The Extra Burden of Moslem Wives: Clues from Israeli Women's Labour Supply
This paper examines differences in the labour supply of women of different religions in Israel. We estimate religious differentials in the effect of husband’s income, number of children, education, and age on married women’s labour supply. It is suggested that labour supply patterns of wives from different religious backgrounds may reveal differences in the institutions which different religious groups have established to regulate marriage and divorce. Our results suggest that Christian marital institutions are closer to Jewish marital institutions than they are to Moslem marital institutions. Moslem women appear to be less likely to translate their resources into a higher value of time in marriage than either Christian women or Jewish women. Educated Moslem women seem to have fewer constraints on their marriages than their uneducated counterparts.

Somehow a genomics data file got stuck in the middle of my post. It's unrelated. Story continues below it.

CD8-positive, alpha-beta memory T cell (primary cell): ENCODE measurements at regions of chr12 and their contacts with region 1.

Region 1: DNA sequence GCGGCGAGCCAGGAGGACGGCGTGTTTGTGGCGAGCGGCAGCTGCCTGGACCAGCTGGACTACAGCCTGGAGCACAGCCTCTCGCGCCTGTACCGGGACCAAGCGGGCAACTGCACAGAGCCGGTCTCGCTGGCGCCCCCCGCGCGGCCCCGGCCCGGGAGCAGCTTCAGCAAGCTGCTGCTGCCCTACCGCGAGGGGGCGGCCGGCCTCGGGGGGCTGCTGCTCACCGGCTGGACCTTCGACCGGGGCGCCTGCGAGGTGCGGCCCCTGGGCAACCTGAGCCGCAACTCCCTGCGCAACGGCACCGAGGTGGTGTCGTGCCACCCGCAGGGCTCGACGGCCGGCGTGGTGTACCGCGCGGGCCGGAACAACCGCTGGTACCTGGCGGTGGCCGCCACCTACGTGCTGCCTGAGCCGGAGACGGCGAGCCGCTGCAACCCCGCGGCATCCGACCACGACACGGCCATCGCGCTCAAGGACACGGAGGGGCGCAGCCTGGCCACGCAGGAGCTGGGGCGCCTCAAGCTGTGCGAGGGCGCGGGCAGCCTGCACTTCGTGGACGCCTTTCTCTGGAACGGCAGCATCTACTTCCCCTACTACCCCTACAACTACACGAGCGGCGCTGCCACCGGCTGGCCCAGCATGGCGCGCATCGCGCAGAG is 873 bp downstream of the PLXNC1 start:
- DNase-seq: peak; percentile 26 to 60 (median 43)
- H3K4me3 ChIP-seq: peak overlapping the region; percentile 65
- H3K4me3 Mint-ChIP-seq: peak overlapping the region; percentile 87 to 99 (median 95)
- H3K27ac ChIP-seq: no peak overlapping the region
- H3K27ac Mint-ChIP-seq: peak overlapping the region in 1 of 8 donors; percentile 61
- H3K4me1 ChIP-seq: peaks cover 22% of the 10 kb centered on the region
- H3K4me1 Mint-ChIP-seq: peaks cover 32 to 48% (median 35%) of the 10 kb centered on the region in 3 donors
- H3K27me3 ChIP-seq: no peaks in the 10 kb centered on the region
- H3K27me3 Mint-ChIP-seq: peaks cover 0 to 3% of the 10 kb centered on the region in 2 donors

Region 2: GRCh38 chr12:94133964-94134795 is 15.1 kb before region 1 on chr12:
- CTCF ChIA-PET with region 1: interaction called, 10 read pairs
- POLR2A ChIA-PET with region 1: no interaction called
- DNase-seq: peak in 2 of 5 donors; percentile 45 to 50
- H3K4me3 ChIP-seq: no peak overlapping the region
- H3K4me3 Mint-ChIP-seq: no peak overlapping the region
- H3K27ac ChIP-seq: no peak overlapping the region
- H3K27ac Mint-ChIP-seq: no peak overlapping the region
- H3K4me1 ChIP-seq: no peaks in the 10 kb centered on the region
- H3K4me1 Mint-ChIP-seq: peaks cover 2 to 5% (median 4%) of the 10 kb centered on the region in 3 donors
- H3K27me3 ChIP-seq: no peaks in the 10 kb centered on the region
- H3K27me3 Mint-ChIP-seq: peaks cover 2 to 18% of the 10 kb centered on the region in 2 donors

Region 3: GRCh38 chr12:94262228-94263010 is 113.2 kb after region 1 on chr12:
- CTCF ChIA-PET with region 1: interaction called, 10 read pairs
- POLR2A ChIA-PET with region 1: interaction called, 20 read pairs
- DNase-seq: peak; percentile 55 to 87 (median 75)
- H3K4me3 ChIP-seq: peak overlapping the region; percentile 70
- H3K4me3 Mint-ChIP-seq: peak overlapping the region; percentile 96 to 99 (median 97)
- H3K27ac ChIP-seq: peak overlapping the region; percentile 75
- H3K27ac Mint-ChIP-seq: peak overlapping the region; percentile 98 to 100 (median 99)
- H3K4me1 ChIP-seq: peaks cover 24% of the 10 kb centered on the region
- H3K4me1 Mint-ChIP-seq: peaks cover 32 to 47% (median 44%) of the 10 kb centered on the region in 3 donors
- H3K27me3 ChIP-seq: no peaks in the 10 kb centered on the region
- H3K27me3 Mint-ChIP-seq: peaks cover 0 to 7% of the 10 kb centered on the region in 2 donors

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|Date of creation:||Mar 1998|
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